5.1 Analysis and Prediction of Ecosystems and Land Surface Processes—A Historical Perspective and a Look at Future Directions (Invited Presentation)

Tuesday, 9 January 2018: 10:30 AM
Room 4ABC (ACC) (Austin, Texas)
Robert E. Dickinson, Univ. of Texas, Austin, TX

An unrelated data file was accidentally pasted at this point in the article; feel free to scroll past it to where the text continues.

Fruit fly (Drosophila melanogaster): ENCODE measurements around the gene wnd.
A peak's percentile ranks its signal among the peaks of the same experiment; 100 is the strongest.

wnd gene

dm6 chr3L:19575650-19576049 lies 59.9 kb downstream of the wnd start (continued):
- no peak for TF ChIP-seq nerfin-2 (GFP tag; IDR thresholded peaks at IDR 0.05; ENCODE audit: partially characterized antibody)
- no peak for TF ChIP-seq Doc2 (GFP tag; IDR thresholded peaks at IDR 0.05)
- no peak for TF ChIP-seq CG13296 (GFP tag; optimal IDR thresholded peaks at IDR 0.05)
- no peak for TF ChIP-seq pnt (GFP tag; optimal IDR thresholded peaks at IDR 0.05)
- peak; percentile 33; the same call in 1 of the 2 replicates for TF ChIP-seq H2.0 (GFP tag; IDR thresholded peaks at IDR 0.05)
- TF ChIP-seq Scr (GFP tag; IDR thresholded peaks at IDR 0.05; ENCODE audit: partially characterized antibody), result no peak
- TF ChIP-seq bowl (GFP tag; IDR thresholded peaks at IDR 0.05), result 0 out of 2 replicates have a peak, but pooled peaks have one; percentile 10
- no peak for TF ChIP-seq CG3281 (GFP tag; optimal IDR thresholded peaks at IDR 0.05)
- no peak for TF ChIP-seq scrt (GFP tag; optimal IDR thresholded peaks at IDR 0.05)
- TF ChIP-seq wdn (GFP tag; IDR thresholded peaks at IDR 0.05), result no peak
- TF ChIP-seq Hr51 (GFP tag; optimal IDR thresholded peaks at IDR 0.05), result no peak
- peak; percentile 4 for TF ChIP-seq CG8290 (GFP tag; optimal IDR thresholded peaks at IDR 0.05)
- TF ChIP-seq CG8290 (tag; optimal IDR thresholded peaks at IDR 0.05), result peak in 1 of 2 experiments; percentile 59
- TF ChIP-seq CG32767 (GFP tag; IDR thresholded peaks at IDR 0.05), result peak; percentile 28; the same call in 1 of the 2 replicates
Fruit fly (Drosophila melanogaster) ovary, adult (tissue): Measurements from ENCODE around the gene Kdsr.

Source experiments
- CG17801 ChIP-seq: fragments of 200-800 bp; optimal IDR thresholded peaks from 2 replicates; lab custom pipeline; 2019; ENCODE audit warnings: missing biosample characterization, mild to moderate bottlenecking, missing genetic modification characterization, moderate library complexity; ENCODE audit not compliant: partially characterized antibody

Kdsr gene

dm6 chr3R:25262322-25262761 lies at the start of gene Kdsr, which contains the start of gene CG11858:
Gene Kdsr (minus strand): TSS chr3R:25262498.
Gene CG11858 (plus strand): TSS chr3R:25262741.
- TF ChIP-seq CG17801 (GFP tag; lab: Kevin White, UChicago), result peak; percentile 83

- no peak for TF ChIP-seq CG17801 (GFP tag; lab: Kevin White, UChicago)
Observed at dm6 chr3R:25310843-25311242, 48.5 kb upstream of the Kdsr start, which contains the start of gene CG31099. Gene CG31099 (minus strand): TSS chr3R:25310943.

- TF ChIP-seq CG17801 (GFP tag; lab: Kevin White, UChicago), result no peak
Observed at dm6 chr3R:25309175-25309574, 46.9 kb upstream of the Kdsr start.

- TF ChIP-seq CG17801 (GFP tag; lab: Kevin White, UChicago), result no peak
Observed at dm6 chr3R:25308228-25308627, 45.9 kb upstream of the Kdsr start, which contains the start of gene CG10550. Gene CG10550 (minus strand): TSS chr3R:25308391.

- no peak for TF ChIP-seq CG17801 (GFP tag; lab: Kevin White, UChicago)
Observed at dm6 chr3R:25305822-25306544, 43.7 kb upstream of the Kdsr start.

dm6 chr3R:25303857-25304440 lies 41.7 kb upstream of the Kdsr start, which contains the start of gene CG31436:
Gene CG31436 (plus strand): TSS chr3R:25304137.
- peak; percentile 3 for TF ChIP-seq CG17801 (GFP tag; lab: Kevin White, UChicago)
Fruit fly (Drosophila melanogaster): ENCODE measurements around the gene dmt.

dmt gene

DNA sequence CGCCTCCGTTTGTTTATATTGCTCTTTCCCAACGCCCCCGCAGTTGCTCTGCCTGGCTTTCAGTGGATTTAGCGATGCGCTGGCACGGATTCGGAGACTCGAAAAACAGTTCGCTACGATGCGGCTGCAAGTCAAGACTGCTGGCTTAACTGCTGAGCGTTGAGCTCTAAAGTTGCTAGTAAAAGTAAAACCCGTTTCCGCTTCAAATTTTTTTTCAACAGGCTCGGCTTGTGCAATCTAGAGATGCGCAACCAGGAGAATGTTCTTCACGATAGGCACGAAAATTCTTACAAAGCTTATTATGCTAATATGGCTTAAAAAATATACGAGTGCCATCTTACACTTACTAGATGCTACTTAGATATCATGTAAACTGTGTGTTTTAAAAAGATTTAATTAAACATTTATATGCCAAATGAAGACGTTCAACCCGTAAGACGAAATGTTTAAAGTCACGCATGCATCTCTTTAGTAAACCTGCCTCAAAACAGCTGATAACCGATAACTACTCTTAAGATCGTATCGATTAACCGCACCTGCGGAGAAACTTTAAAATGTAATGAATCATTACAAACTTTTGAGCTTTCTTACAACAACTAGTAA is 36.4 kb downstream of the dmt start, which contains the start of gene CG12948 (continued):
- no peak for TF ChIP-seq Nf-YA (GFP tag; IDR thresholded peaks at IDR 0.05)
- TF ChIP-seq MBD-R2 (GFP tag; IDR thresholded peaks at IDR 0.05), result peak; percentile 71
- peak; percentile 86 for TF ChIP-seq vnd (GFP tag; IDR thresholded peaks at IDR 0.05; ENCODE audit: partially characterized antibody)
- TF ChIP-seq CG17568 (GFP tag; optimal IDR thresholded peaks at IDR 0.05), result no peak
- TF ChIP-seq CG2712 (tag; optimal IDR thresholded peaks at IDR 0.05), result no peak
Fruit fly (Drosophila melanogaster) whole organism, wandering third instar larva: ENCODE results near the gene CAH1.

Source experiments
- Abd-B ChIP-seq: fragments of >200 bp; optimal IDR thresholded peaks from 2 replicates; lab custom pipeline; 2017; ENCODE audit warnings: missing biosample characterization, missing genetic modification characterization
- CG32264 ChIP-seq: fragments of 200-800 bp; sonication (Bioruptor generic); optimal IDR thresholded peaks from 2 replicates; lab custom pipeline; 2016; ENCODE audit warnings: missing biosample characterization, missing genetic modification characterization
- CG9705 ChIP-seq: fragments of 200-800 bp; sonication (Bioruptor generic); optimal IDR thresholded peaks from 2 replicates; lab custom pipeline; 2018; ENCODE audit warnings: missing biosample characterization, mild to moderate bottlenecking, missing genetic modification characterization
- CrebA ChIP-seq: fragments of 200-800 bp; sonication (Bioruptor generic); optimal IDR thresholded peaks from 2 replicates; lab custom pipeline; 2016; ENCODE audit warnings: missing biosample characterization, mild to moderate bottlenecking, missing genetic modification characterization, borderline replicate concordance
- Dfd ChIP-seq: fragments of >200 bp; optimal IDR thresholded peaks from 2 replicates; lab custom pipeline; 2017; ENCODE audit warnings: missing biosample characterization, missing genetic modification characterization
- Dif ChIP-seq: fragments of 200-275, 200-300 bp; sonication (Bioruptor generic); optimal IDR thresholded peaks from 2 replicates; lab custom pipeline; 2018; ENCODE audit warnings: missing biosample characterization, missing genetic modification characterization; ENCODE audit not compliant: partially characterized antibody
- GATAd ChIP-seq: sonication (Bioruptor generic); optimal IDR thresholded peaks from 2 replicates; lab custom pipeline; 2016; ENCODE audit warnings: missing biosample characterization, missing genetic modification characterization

Early atmospheric models were coupled to the land surface as a means to close their energy and hydrological budgets within a column over land. With the realization that leaves provide important controls on these budgets, their observational and dynamical characterization became a priority. Through engagement with ecologists, the dynamics of other important and coupled ecosystem processes has also became important, allowing treatment of the terrestrial carbon cycle along with that of water and energy. Remote sensing by satellites was developed as an essential tool to provide observational constraints. The last few IPCC/CMIP simulations of the 21st century climate change have included these coupled systems. However, their inclusion of predictions on shorter time scales, e.g. seasonal to inter-annual, have been more limited. We examine the prospects for land processes including ecosystems to become part of such predictions.
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